The IRS stated that under the benefits and burdens test, Bartell Drug already owned the Lynnwood property before December 2001, thereby precluding any exchange as of that date. The petitioners contended that EPC Two must be treated as the owner and that the agency analysis should be employed consistent with previously permitted like-kind exchanges. They point out that both the Tax Court and the Court of Appeals for the Ninth Circuit, to which an appeal in this case would ordinarily lie, have expressly rejected the proposition that a person who takes title to the replacement property for the purpose of effecting a section 1031 exchange must assume the benefits and burdens of ownership in that property to satisfy the exchange requirement. Previous caselaw has permitted taxpayers to exercise any number of indicia of ownership and control over the replacement property before it is transferred to them, without jeopardizing section 1031 exchange treatment.
The Tax Court acknowledged that courts have historically exhibited a lenient attitude toward taxpayers’ attempts to come within the terms of section 1031, citing several relevant cases. The Court went on to state that it would put considerable emphasis on a taxpayer’s use of a third-party exchange facilitator rather than the benefits and burdens test. Citing previous caselaw (Biggs v. Commissioner,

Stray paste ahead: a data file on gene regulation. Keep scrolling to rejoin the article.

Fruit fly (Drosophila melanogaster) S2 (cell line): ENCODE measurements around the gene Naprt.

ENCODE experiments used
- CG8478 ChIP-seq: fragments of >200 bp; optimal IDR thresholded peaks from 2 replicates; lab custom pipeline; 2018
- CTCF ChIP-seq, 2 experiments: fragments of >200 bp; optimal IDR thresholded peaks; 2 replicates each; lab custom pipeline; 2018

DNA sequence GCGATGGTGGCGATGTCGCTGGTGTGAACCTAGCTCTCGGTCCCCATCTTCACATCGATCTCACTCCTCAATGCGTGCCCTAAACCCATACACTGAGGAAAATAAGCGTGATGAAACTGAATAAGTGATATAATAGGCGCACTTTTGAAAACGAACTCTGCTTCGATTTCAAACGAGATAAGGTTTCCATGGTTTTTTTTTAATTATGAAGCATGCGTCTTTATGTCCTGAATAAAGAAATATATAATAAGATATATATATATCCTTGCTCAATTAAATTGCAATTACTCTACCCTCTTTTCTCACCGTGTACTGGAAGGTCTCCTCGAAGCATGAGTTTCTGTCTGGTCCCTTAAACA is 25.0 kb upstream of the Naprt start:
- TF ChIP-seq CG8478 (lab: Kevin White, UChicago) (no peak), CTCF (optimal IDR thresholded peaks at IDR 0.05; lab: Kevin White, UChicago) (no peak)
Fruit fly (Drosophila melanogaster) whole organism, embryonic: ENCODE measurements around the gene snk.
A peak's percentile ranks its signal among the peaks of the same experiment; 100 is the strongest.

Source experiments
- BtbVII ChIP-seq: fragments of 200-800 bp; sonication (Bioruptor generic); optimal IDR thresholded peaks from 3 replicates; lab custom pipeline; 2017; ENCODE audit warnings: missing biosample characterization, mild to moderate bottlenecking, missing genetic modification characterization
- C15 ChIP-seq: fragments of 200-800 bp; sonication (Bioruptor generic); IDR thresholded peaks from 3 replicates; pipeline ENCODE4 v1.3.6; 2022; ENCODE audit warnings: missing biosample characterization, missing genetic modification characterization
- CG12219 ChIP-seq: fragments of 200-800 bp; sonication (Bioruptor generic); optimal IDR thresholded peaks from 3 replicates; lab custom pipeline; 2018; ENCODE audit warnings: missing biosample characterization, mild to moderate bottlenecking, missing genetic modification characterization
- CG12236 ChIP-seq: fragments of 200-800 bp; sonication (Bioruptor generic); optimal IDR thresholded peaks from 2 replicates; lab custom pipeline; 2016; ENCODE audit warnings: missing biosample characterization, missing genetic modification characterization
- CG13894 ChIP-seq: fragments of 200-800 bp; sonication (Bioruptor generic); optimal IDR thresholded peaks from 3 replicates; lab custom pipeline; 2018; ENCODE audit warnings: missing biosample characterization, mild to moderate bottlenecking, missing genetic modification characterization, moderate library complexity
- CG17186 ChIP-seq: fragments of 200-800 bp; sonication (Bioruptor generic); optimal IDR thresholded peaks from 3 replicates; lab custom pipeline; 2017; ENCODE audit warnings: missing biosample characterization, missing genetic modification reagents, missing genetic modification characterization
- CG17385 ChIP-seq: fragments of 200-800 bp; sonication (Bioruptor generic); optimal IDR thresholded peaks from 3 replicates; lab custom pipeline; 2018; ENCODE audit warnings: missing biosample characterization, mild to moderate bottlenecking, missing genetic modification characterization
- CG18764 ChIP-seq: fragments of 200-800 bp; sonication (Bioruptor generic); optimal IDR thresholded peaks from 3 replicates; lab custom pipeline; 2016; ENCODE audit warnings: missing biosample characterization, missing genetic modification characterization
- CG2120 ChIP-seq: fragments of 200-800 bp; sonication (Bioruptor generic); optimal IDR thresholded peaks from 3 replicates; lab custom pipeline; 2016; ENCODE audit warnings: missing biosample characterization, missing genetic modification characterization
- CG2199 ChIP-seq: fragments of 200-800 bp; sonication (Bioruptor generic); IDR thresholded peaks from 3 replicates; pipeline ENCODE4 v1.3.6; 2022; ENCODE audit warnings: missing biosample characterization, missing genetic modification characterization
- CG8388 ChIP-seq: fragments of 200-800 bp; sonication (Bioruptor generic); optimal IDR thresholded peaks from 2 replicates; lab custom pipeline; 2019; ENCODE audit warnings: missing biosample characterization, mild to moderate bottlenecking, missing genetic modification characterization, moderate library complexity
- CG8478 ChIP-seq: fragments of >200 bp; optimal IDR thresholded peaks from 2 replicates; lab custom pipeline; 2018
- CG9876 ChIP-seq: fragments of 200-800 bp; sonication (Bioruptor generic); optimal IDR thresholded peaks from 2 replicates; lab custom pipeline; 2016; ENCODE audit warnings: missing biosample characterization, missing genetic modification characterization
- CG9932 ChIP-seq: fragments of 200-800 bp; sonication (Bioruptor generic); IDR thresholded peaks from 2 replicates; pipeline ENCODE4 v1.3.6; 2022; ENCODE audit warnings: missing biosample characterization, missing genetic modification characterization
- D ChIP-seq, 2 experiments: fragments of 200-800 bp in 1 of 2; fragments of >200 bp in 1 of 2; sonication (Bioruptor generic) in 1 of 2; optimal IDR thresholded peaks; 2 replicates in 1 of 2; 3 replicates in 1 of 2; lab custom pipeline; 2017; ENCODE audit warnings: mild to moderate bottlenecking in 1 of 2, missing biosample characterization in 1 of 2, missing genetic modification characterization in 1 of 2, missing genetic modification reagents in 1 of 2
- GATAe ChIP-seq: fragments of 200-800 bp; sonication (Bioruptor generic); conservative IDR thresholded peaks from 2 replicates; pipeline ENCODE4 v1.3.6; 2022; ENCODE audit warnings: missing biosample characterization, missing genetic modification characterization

632 F.2d at 1173; Alderson v. Commissioner
, 317 F.2d at 791), the Tax Court stated that it has been established that where a section 1031 exchange is contemplated from the outset and a third-party exchange facilitator, rather than the taxpayer takes title to the replacement property before the exchange, the exchange facilitator need not assume the benefits and burdens of ownership of the replacement property in order to be treated as its owner for section 1031 purposes before the exchange. The Tax Court concluded that the transaction qualified for section 1031 treatment under existing case law principles and that Bartell Drug’s disposition of the relinquished property and acquisition of the Lynnwood property in 2001 qualifies for non-recognition treatment pursuant to section 1031.
- Reverse exchange transactions offer taxpayers advantageous tax deferrals when structured correctly, particularly where the taxpayer wants to build or modify the replacement property. The findings in the Bartell case may allow taxpayers to take advantage of these tax deferrals even when they do not fall within the safe harbor limits of Rev. Proc. 2000-37.